On day one of the Cannes Lions International Festival of Creativity, Morgan Flatley, global CMO, McDonald’s and Neal Arthur, global CEO, Wieden+Kennedy, discussed how the brand looked to revamp its communications strategy in 2019.
The talk was moderated by Jeff Beer, senior staff editor, Fast Company.
Beer stated how he perceived McDonald’s to not be the most creative marketing brand even though it was spending big.
Flatley agreed with his perception and stated that when she stepped up as global CMO in 2019, it was her stated target to change it.
“We were a bit like wallpaper, as we were around everywhere but not providing meaning to customers. McDonald’s is this enormous scale organisation and we serve 40 million customers a day. We didn’t want to disrupt the operational machine that we were. But we realised that, when one talks to everyone, you don’t end up talking to anyone, at least in the USA,” she said.
She added that McDonald’s wanted to make sure that the brand stands for something to people by making the brand more meaningful and connecting emotionally with consumers.
Arthur then described Wieden+Kennedy’s pitch to the brand, which he confessed was a disaster at the start.
This changed after the agency conducted a road show to understand what people thought of the brand.
“We thought of the scale of the brand and wanted to do something massive, but struggled initially. Then, we did a roadshow to figure out what people thought of the brands. That changed things for us. People had stories about McDonald’s and we wanted to become a real person and talk to our consumers,” he explained.
Flatley added that the tough conversations that the brand and agency had together, in the beginning, helped as the relationship progressed.
She explained, “Initially we thought that W+K didn’t know the brand and didn’t like it! But the magic was that when they did the road trip, they got to know our consumers. We got to know the haters and the business problems we had to solve.”
Arthur said that while McDonald’s got to know the haters and the business problems it had to solve, brands should focus on the consumers that love them.
“With any big brand, there’s a tendency to see hate comments on YouTube, but you can then overlook the consumers who love you. Focus on those consumers and why they love you. In that nine-month pitch journey, we built that trust with McDonald’s. Once we built trust that allowed us to take more risk with things like Travis,” he said.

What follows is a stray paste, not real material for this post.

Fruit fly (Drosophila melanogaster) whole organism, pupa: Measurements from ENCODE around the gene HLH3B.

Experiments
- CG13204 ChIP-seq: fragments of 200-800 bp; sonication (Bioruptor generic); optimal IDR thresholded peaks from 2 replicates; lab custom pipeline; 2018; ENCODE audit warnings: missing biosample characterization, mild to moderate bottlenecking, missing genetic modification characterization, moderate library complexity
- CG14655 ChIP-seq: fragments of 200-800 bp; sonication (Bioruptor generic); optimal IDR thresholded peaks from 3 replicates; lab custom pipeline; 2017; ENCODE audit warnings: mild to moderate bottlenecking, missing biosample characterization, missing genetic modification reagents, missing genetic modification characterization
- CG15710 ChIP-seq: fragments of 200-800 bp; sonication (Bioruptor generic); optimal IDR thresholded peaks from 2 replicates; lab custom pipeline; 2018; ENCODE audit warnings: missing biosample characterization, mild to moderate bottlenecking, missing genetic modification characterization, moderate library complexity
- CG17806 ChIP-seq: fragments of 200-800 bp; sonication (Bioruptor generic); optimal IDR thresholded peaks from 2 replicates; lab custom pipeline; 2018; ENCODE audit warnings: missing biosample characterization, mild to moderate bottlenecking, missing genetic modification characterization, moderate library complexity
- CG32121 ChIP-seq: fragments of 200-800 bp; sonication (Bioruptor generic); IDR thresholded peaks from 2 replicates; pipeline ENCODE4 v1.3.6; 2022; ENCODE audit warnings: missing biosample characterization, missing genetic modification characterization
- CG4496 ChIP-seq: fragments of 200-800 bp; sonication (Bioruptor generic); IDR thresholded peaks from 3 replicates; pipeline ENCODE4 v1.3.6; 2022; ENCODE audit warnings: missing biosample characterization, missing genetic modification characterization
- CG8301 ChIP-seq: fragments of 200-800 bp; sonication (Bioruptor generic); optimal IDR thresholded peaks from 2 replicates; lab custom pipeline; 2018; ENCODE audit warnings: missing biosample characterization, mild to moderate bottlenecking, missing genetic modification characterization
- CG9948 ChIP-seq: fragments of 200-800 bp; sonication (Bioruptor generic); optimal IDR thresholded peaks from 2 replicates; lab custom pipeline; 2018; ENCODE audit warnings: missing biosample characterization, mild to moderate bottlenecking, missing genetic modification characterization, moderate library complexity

On the campaign, Flatley added, “I was confident on the outside but had late-night calls to Neal about being sure about it. It helps to have that trust. What helped tremendously was that it was created during Covid, when there was so much uncertainty, so there was a willingness to try stuff and take risks,” she said.
Working with celebrities
Explaining why the agency wanted to work with celebrities, Arthur said, “We wanted to engage with them in a way that felt authentic. Travis had ideas from the jump. His talks on merchandise were with conviction. So we created a space for him to work on. That was valuable. This became the foundation of what we did with other celebrities. BTS also did this – they put it in their language and also co-authored it.”
Flatley added, “We were very rigorous with our celebrity tie-ups and we asked them what was their ‘go-to order’. If they don’t have one, we don’t partner with them. All of them had interesting obsessions with how they played with the food. It was partnering with a celebrity who loved our brand.”
Soon after the tie-up, at Scott’s concert, there was a tragedy which led to eight deaths.
On whether such tragedies impact the brand, Arthur said, “As an agency, as we work with the likes of Nike and ESPN too, we don’t see a celebrity synonymous with brands. We tap into authentic relations with brands. There are times when there will be negative media cycles. As long as there’s an authentic relation, it’s okay.”